This Week at Angama #28
17 August 2018 | This Week at Angama | Graham Wood
Reading Time: 7 minutes
This Week at Angama we are delighted to welcome Graham Wood as our first guest contributor
‘Without life, there is no death. Without Death there is no life’
The migration is in full swing, the wildebeest are arriving in large numbers, and every day holds excitement as one descends into the Mara from camp. No matter how many times you have seen it, the Migration brings with it a sense of awe. What a privilege it is to behold the circle of life, in what I consider one of the greatest wildlife sanctuaries on the planet. Long days with one’s camera are a given.
Wildebeest crossings typically start orderly and quickly descend into chaos as the urgency to stay with the herd ensues. A high f-stop (shut down aperture) ensures you capture the detail. Make sure the ISO is well set to ensure that your shutter speed is fast to enough to capture that detail. [f6.3 ISO 280 1/1000]
One thing with river crossings is that they are unpredictable. You can wait one minute, you can wait two hours, but you can expect excitement and drama once it starts. Crocodiles arrive at the scene in seconds. This one tracking the crossing wildebeest was huge. I like this image, as the prehistoric predator is not even noticeable at first glance, and the wildebeest is clearly unaware of the impending threat. [f7.1 ISO 280 1/1000]
Lions were out in large numbers, and I was amazed at the number of mating pairs we saw from different prides within the Triangle. We saw five different females over the week. Lions’ gestation typically lasts around 110 days, so November and December will hold exciting times as we expect the next generation of cubs. [f4.5 ISO 200 1/2000 +1/3]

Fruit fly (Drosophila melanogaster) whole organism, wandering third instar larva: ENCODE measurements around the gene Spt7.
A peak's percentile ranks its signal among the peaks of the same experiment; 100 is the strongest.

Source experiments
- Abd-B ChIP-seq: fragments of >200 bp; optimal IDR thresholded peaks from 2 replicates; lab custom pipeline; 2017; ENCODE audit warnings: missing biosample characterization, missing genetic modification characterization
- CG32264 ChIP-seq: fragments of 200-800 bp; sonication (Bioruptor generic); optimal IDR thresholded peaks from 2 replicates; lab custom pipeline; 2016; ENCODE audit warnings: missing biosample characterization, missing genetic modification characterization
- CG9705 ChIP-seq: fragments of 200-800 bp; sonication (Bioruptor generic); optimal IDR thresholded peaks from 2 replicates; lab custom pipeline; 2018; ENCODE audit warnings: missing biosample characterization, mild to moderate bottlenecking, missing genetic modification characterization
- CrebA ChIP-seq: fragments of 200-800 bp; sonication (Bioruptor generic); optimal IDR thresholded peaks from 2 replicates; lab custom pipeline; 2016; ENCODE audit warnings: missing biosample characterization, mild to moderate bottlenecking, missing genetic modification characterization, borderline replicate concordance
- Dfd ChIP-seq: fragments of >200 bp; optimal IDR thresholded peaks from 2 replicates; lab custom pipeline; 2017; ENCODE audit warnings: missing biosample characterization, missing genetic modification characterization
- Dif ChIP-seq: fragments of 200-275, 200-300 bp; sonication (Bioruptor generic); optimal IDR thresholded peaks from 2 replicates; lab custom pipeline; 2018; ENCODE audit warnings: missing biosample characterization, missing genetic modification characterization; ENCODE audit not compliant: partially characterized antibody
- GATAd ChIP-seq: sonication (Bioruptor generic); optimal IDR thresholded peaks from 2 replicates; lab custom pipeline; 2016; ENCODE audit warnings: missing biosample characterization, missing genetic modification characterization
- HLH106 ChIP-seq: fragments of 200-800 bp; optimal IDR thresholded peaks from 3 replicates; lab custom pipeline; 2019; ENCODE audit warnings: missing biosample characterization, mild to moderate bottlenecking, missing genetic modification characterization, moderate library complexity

During the falling light of early evening, Shorty, one of the dominant males in the Angama pride, claims a kill he did not make. The cubs look on in desperation as their meal for the day disappears. Nature is rarely fair. You’ll notice the high ISO at 1600, don’t be afraid to push the ISO to maintain that shutter speed, especially in the newer models hitting the market. A grainy image is better than a badly blurred image. [f5.6 ISO 1600 1/400]
There is no substitution for good light. Titus and I had descended early into the park, and noticed the tawny colour only a lion throws off during that magical golden hour. She was slowly hunting a herd of hartebeest, which ended in success. [f2.8 ISO 220 1/1000]
The commotion of their mother bringing down a hartebeest in long grass alerted these 3 young lions. They quickly scrambled onto a termite mount to get a better viewpoint. [f.5.6 ISO 360 1/1100]
My favorite shot from the week. Completely unexpected, I noticed a maribou stork descending on the herd down to what was likely a dead wildebeest. I picked up the camera and shot. While not pin sharp, the picture and story I envisaged came out better. The mottled wings, the menacing descent, the undertaker bird was arriving. Always have your camera ready to shoot. [f5.6 ISO 280 1/1000]
It’s not just wildebeest that run the gauntlet of life and death flanked by massive crocodiles. We were treated to a zebra and topi crossing. [f7.1, ISO 220 1/1000]
Contrast in the herd. Wildebeest herds are pouring through into the Mara Triangle, and are often accompanied by zebra, eland and topi. The contrast of stripes hiding within the brown black bodies of the wildebeest herds makes for a fresh and beautiful scene, and the composition of the zebra in the middle of the frame, pulls your eye in. [f3.2 ISO 100 1/1250]
A common scene one never forgets: wildebeest on the march, as they snake through the long grasses of the Mara. [125mm, f8, ISO 125, 1/500]